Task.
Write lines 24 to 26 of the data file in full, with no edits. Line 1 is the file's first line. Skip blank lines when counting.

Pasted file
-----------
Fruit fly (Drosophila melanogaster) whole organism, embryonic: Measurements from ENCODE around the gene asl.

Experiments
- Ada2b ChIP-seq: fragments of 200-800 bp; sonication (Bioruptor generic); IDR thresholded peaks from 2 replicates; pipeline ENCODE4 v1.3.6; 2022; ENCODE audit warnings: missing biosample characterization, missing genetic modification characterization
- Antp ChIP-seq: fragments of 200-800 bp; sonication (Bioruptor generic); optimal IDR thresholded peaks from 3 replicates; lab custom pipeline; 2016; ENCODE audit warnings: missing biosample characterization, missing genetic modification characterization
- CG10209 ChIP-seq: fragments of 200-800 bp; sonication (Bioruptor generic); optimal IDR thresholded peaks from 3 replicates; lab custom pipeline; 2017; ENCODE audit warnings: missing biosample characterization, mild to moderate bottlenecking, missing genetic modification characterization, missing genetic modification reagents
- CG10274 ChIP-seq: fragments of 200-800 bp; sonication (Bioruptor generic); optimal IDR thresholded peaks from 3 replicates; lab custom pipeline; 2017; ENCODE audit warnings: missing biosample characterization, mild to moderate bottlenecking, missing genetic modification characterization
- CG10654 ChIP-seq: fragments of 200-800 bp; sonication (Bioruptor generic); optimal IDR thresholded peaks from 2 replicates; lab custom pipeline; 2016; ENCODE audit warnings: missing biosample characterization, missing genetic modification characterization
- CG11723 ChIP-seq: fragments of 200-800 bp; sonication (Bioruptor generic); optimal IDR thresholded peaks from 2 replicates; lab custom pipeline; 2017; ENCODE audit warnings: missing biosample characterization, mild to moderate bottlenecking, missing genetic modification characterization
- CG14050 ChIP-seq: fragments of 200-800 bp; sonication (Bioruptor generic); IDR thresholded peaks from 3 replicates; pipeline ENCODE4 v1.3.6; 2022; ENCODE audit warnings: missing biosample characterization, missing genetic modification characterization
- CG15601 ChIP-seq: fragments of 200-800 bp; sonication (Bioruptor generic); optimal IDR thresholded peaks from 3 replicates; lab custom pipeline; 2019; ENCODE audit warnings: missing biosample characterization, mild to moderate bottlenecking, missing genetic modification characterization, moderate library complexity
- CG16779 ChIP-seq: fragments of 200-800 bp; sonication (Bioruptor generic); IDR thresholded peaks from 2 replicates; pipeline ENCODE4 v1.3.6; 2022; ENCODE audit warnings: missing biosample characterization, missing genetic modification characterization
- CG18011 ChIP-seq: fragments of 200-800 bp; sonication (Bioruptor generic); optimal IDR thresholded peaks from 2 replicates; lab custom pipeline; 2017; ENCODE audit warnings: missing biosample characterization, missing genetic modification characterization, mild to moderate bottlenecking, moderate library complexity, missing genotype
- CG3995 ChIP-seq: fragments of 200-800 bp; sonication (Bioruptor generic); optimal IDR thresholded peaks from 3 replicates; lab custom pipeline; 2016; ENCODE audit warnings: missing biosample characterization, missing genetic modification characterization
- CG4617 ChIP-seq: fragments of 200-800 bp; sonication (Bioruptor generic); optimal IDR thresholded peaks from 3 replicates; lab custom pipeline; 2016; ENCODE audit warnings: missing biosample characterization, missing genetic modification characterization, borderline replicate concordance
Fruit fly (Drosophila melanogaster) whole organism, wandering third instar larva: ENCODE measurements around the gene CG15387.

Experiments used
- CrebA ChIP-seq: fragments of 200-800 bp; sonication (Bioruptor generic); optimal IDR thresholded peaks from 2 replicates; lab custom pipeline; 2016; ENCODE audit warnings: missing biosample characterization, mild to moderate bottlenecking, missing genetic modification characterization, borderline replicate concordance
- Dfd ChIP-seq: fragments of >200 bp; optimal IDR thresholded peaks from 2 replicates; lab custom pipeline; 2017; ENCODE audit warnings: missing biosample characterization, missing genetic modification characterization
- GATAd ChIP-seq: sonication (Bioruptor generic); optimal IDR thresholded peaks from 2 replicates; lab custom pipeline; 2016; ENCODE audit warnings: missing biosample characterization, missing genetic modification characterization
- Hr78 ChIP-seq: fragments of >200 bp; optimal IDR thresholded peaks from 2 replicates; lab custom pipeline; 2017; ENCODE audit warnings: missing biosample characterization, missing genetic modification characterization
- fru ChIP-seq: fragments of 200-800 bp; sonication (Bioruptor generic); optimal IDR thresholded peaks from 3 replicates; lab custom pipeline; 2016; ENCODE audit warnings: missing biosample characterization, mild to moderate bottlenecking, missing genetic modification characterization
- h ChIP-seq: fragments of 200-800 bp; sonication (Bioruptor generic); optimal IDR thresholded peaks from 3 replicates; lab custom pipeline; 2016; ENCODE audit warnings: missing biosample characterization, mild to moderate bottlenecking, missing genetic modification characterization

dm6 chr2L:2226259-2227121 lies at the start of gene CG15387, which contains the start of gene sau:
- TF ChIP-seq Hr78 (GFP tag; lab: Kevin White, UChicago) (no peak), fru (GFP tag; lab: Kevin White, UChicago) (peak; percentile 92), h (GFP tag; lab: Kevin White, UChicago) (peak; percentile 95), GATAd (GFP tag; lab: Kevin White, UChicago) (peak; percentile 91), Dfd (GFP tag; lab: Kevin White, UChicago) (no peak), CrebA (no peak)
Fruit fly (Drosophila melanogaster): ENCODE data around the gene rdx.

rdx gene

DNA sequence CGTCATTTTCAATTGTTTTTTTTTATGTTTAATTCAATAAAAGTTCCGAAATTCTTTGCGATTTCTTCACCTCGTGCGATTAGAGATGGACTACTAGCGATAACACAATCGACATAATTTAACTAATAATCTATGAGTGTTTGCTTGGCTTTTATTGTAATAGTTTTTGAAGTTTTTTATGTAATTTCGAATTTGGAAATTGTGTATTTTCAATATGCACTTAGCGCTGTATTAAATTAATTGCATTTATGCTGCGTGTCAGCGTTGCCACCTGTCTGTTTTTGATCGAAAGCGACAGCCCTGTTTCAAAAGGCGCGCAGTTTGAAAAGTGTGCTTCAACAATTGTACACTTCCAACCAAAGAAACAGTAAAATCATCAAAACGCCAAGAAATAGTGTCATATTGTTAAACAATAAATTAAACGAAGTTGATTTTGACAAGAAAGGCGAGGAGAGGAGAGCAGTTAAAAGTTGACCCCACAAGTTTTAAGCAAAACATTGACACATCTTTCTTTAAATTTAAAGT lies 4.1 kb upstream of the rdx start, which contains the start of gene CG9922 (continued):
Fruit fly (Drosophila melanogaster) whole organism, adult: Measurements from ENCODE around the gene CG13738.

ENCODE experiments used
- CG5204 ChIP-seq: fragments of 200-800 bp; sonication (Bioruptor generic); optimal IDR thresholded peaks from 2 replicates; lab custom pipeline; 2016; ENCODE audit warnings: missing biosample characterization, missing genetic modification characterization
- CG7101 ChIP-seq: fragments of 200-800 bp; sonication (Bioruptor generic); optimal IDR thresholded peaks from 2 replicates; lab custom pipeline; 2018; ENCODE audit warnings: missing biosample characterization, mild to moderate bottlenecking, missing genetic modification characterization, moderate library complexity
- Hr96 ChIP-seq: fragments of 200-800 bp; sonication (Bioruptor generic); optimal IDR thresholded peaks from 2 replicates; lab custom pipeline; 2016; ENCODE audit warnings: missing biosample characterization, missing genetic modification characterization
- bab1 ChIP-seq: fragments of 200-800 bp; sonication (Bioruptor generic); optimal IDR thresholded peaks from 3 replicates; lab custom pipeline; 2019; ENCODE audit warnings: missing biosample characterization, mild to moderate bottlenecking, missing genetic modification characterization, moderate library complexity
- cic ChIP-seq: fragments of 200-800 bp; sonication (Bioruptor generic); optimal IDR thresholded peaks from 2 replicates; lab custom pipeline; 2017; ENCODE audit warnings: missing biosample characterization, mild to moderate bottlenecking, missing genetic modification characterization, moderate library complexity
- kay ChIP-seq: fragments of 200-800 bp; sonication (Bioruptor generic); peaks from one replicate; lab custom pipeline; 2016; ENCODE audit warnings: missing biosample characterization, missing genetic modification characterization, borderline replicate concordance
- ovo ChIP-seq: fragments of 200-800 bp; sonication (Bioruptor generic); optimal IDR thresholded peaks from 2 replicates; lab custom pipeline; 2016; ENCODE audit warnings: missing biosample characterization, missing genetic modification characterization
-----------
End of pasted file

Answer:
- TF ChIP-seq Hr78 (GFP tag; lab: Kevin White, UChicago) (no peak), fru (GFP tag; lab: Kevin White, UChicago) (peak; percentile 92), h (GFP tag; lab: Kevin White, UChicago) (peak; percentile 95), GATAd (GFP tag; lab: Kevin White, UChicago) (peak; percentile 91), Dfd (GFP tag; lab: Kevin White, UChicago) (no peak), CrebA (no peak)
Fruit fly (Drosophila melanogaster): ENCODE data around the gene rdx.

rdx gene